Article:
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Chapter 3

The Most Addictive Substances & Why People Get Hooked

An upset man looking at a glass of whiskey.

Updated on

24 Apr, 2024

Addiction is a complex and incredibly difficult topic to understand. For the family of an addict, it can seem like there’s no clear answer as to why they started using in the first place.

It’s understandable that you want answers. That way, you can better support your loved one through their addiction and come to terms with what’s happening.

Unfortunately, not all substances are created equal. The reality is, there are specific addictive substances out there that at least appear to have a higher likelihood of causing addiction in individuals.

In this article, we’ll be exploring some of the most addictive substances available. We will explore why people become hooked on these drugs and discuss potential treatments and resources that can aid individuals in their journey to recovery.

The Most Addictive Substances

Can You Rank the Most Addictive Substances?

Building a list of the most addictive substances is more complex than it may sound at first.

We know that the potential for a person to develop substance use disorder is influenced by many factors. The National Institute on Drug Abuse explains that biological, environmental, and developmental influences can increase the possibility of addiction.

Similarly, substances do not affect all people in exactly the same way. Normal differences in our biology may impact addiction. Some people may feel stronger or weaker effects from the same dose of a substance.

Research published in the Psychology and Behavioral Science International Journal highlights potential issues in ranking addictiveness. This research compared nicotine, opioids, and alcohol. It also makes an important point about comparing substances:

“From the research, it was difficult, to sum up these measures and come up with a standard answer as to which drug between heroin (opioids), nicotine, and alcohol is more addictive than the other.”

However, other research has focused on comparing the harm caused by different substances. An article published in The Lancet asked psychiatrists and other addiction experts to rank the addictiveness of certain substances as part of this harm-focused research.

Especially Addictive Substances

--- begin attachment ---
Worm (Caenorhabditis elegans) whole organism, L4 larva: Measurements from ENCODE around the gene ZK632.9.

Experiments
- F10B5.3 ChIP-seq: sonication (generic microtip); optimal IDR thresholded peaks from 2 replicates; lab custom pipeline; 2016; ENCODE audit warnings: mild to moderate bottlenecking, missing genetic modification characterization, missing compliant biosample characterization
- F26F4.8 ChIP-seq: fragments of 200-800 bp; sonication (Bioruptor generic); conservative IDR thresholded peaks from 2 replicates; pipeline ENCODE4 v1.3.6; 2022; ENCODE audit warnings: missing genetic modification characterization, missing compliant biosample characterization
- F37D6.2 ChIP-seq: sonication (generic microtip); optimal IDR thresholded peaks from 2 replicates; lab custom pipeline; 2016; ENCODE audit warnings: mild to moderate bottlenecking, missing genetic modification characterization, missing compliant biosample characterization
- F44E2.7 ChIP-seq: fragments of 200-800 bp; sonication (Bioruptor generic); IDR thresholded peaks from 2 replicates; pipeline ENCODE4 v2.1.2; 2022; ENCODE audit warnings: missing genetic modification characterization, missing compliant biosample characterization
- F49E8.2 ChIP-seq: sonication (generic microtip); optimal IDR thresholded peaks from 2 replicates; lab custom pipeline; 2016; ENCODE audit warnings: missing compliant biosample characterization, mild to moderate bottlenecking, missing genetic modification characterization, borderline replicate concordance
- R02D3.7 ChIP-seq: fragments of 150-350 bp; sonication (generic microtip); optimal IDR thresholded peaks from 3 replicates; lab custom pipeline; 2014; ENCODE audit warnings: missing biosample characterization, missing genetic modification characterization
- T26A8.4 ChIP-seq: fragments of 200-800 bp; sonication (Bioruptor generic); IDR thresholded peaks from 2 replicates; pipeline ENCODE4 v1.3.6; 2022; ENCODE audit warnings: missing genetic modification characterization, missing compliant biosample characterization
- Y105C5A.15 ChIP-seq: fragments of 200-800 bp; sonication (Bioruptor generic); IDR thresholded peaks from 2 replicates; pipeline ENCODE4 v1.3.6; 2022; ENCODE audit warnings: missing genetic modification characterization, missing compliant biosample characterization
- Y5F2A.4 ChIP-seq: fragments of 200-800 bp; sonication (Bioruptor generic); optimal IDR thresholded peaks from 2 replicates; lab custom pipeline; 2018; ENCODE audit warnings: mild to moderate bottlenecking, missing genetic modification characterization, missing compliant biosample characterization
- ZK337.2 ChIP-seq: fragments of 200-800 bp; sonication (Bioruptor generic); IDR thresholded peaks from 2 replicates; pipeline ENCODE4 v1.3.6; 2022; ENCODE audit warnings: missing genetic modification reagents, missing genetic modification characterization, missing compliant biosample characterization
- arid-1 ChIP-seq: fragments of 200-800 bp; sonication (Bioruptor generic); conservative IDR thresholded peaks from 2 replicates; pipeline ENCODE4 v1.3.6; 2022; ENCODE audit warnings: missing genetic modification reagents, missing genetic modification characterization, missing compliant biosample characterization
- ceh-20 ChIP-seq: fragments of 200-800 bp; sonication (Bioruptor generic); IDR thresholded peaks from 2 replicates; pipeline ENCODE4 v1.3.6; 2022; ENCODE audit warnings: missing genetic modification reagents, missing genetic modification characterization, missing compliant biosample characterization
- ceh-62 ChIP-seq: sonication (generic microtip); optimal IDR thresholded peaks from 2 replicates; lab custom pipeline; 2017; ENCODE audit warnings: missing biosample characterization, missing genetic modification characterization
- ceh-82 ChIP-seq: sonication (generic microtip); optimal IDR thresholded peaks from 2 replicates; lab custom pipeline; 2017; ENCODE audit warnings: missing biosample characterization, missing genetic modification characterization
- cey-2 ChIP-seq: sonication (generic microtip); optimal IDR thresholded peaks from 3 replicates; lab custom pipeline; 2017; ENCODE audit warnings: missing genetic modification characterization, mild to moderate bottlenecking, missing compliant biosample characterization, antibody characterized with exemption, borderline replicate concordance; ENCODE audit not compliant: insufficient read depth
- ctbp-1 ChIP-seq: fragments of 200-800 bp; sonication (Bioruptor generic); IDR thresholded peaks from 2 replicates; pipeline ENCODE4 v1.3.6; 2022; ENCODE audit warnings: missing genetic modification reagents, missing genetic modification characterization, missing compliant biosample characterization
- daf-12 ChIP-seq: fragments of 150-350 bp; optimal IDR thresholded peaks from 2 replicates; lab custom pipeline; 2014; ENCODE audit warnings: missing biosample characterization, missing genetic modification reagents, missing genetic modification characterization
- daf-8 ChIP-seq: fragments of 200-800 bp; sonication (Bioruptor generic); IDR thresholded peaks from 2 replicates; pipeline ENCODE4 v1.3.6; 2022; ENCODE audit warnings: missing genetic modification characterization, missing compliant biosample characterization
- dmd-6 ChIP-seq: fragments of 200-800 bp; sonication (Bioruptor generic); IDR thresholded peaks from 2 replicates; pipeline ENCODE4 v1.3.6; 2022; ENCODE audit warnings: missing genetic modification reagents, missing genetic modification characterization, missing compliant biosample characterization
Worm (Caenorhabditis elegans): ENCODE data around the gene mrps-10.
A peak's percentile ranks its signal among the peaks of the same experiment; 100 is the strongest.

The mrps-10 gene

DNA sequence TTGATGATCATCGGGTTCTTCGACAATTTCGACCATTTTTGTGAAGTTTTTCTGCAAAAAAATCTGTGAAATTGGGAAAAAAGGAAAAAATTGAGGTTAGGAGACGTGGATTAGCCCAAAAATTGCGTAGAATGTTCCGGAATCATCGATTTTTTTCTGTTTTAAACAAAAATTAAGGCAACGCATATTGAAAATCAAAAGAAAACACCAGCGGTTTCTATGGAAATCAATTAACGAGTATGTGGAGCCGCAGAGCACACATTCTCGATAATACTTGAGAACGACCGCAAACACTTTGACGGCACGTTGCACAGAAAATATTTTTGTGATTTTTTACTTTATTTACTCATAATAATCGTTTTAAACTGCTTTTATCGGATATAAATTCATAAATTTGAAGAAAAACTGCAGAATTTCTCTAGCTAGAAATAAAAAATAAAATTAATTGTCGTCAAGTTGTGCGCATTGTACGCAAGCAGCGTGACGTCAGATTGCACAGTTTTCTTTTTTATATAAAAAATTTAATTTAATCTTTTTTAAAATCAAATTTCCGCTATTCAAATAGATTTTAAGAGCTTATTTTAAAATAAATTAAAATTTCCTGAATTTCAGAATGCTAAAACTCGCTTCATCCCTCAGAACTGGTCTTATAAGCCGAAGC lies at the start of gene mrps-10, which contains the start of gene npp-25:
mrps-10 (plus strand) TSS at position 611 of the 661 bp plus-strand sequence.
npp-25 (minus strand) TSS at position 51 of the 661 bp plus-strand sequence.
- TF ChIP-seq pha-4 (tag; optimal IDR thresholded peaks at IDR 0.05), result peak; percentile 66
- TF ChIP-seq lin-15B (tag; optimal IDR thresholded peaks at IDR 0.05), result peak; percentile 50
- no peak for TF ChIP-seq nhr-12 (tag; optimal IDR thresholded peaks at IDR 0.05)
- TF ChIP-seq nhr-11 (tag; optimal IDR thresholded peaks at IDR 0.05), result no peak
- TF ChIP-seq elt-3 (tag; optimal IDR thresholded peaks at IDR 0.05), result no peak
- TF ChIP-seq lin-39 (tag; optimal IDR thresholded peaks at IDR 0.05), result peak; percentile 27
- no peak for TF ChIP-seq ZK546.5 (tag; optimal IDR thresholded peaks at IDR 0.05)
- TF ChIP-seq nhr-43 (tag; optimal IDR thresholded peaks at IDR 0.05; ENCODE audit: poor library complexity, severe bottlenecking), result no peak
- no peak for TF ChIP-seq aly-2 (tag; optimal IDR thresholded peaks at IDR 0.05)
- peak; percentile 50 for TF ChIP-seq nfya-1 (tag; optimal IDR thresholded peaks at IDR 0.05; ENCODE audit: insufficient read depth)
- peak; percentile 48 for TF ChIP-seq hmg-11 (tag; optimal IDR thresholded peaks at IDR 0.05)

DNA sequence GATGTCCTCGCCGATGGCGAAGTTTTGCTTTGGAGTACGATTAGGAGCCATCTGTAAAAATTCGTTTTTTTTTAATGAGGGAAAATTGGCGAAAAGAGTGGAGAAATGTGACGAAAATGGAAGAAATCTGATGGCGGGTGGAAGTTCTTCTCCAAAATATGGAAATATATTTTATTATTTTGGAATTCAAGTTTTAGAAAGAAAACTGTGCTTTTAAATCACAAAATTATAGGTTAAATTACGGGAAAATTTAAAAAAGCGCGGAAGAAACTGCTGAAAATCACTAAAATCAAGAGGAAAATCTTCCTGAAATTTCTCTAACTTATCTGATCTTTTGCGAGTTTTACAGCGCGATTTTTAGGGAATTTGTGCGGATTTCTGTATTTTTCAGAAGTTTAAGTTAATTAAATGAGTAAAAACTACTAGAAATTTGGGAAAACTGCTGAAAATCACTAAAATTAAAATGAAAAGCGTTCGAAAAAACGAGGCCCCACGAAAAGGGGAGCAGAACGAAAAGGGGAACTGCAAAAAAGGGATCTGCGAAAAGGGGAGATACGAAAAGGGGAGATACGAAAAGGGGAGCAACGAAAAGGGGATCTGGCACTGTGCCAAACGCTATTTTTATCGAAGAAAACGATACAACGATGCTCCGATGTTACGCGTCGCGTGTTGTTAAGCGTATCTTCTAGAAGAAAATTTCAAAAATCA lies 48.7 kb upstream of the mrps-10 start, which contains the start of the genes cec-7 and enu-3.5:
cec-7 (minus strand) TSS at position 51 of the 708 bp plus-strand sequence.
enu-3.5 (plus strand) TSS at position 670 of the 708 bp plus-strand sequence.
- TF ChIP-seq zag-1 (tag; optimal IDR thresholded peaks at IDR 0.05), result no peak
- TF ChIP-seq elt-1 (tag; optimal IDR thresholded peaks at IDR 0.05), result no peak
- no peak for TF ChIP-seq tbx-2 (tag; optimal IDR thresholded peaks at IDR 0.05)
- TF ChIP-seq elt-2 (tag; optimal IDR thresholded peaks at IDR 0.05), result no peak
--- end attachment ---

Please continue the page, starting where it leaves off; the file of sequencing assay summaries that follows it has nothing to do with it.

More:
We won’t rank the following substances. Why? Because there isn’t a universally accepted scale to rank them.

However, based on our own experience and expertise in treating addiction as well as research results, these substances are especially addictive.


Opioids are natural and man-made chemicals. They either come from or are based on chemicals found in a specific type of poppy plant, the opium poppy. Opioids are both a prescribed medication used to manage severe pain and a drug with high abuse potential.

People may abuse opioids bought illegally, like heroin. They may also purchase legally prescribed drugs that are then sold on the black market. Some people also misuse medication prescribed to themselves.

These substances block pain signals to the brain and produce a sense of euphoria, Johns Hopkins Medicine explains. They can also relieve feelings of anxiety and depression. Opioids also ranked the highest for psychological and physical dependence in The Lancet article’s survey.

These factors make opioids especially addictive.


Cocaine is a drug made by processing the leaves of the coca plant. Cocaine itself is a stimulant. It causes a sense of euphoria, increased alertness, and other effects.

Crack cocaine is a further processed form of cocaine that has shorter and more intense effects. Both are illegal recreationally, although cocaine is used in a few specific medical applications, Healthline explains.

Both types of cocaine wear off relatively quickly. That fact can encourage users to continue to consume it when available. And that behavior can quickly build tolerance and dependence, both of which are key factors in addiction.


All alcohol is made through the fermentation of fruits, grains, and other foods or ingredients that contain sugar. Liquor is the most concentrated type of alcohol, using distillation to increase potency.

Alcohol is a depressant drug. Yet, it can cause an elevated mood and temporarily reduce anxiety (although also worsens it in the long term), among other effects. It has a variety of negative short- and long-term health effects as well.

Alcohol has addictive potential by itself. It’s also legal for recreational use, unlike many other drugs. Ease of access to alcohol helps to make it especially addictive.


Nicotine comes from tobacco plants. It is found in cigarettes, smokeless tobacco, nicotine vapes, and other products. It can help to reduce anxiety and stress in the short term.

This is a relatively mild drug in terms of effects, compared to others on this list. It does not generally impair or influence people to the same degree.

However, nicotine is still highly addictive. Use can quickly lead to dependence. It’s also legal for recreational use, making it very easy to access.

Importantly, many products used to deliver nicotine have serious, long-term health effects, the FDA explains.


Amphetamines are stimulant drugs that have both clear medical benefits and a high potential for abuse. It’s commonly prescribed to help treat Attention Deficit Disorder and related issues.

These drugs can boost alertness and overall performance. They can provide a sense of euphoria and increase motivation. However, they also can quickly lead to dependency.

Methamphetamine can also be manufactured for illicit use. This form of methamphetamine has several issues related to its illegal manufacturing, like contamination with toxic substances. That’s in addition to the negative health effects of methamphetamine itself and its addictive potential.


Benzodiazepine has recognized medical value for treating certain disorders related to anxiety. It’s also a highly addictive substance, in part because its effects include a sense of relaxation and sedation.

Benzodiazepine drugs ranked highly in The Lancet article’s expert poll in terms of physical and psychological dependence. In medicine, physicians limit their use to the short term because they have a high recognized potential for abuse.

Several bottles of prescription opioids displayed against a black background.

The Science of Addiction

The American Society of Addiction Medicine shares this definition of addiction: